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Jimenez gets the honor to start for NL

Jimenez gets the honor to start for NL

ANAHEIM -- Long before he fashioned a borderline historic first half to this season with the Rockies, which led to his being named Monday to start for the National League in Tuesday night's All-Star Game, Ubaldo Jimenez nearly packed his golden right arm and went home.

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As a youth in the Dominican Republic, Jimenez played center field and loved throwing out runners at the plate. The team loved his arm and tried to move him to pitcher, only he wouldn't budge.

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"They would say, 'If you're not going to pitch, you're not going to play,'" Jimenez recalled with a laugh on Monday. "Then I said, 'I'll go home,' because I didn't like to pitch."

It took the kind words of his coach after he moved to a new team at age 14 1/2, Alexis 'Cardi' Ramirez. It was also a frank realization of a shortcoming that would curtail his dream.

"He talked to me at the practice field," Jimenez said. "I was a position player for about half a year. But the thing was, I realized, I couldn't hit. And I was anxious to sign. I saw so many of my friends signing pro. I wanted a faster way to get where I wanted to be."

This year, Jimenez has gone places few pitchers have traveled in recent years. Jimenez, who will start against the Rays' David Price for the American League on Tuesday, leads baseball in wins. One of the wins was the first no-hitter in Rockies history, a 4-0 victory over the Braves on April 17. He is one of 13 pitchers in the last 30 years to earn 15 wins in his team's first 85 games.

Through his first 14 starts, Jimenez held a 1.15 ERA and was sending historians to the books every time he took the mound. But a three-start slump during which he went 1-0, but with an 8.66 ERA, opened the argument for the Marlins' Josh Johnson, the Phillies' Roy Halladay and the Cardinals' Adam Wainwright to receive the nod from the NL manager, the Phillies' Charlie Manuel.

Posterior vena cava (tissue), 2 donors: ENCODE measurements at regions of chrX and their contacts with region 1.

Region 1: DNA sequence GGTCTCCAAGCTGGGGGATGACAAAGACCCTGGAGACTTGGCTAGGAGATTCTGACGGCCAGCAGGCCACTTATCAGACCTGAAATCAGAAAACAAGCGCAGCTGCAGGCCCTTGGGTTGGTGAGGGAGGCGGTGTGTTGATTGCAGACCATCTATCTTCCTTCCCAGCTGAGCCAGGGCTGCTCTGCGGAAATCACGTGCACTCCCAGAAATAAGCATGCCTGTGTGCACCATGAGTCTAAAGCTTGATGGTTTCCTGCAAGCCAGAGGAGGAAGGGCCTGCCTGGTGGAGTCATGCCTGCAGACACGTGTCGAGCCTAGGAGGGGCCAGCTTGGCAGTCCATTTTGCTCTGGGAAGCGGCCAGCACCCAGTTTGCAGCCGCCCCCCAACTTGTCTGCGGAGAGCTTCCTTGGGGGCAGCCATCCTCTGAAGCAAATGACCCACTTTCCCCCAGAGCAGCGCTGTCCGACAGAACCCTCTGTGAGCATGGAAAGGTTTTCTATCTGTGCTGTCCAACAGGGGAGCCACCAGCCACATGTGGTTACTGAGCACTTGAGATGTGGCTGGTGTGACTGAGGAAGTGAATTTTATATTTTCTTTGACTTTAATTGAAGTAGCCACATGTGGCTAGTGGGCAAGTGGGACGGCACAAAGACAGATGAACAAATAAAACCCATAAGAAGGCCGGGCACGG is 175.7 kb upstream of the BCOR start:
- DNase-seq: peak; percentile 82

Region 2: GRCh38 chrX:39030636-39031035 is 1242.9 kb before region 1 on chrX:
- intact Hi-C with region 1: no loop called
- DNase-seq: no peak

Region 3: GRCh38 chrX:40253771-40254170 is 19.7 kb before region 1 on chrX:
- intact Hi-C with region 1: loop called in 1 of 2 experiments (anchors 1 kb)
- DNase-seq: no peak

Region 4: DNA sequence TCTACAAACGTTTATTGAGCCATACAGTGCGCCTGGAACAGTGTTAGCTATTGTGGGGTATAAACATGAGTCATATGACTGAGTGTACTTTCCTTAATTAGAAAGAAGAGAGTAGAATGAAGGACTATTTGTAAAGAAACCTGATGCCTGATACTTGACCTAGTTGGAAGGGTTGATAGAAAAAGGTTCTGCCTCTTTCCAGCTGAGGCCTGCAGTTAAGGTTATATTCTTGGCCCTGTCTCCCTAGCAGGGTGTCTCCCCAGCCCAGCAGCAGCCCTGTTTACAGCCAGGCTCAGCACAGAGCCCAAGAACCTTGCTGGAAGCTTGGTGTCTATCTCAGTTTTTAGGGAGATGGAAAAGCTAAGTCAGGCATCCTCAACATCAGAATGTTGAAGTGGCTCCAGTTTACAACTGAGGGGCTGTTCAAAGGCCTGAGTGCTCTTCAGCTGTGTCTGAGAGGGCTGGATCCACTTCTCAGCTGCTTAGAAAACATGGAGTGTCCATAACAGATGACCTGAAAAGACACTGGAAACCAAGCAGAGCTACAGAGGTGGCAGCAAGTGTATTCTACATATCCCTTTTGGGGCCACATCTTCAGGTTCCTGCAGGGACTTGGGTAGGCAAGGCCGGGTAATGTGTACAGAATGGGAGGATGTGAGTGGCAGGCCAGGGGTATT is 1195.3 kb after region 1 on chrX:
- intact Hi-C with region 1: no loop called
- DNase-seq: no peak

But the dominant version of Jimenez returned Thursday, when he vanquished the Cardinals, holding them to one run and three hits in eight innings of a 4-2 victory. At 15-1 with a 2.20 ERA, Jimenez, 26, made it practically impossible to deny him the start in his first Midsummer Classic appearance.

But it's quite possible that Jimenez had simply done enough to win the favor of Manuel.

"He's what I call a horse, and so is Josh Johnson," Manuel said. "He's the guy I choose because in the games and the series we've played against the Rockies, he's always stood out. He's definitely my pick.

"This guy is 15-1. The record speaks for itself."

Manuel's Phillies have faced Jimenez in three postseason games since 2007.

In the 2007 NL Division Series, Jimenez started the final game of the Rockies' three-game sweep. A late-season callup who played a major role in the team's march to the playoffs, Jimenez went 6 1/3 innings and gave up one run on three hits, with five strikeouts and four walks in a matchup with veteran Jamie Moyer. The Rockies eventually won the game, 2-1.

This season, Jimenez is 11-0 in his starts after his team loses -- a key reason the Rockies entered the break two games behind the Padres in the NL West.

"Everything about his record is legit," Cardinals manager Tony La Russa said after Jimenez defeated his club in his last start.

Jimenez hopes he can be a part of the NL winning in the Midsummer Classic for the first time since 1995.

"I want to say it's a huge honor for me just to be out there," Jimenez said. "Having the chance to share all those moments tomorrow with all the stars, just to be there, I'm honored just to be in the clubhouse. Hopefully we can put it together and break the losing streak."

Jimenez will be the first Rockies pitcher to start an All-Star Game. He is the fifth Colorado pitcher to be invited. Brian Fuentes, now with the Angels, made three appearances from 2005-07. The others were starters -- Mike Hampton in '01, Shawn Chacon in '03 and Aaron Cook in '07. Chacon didn't participate because of an injury.

It's not a bad honor for a guy who wanted to use his arm from center field, not the mound.

"If they had a runner on second base and he was trying to go home, I'd get him every single time," Jimenez said. "There's no way you were going to score on me."

Thanks to a perceptive coach, Jimenez is sending that message from the pitcher's mound.

Thomas Harding is a reporter for MLB.com. This story was not subject to the approval of Major League Baseball or its clubs.

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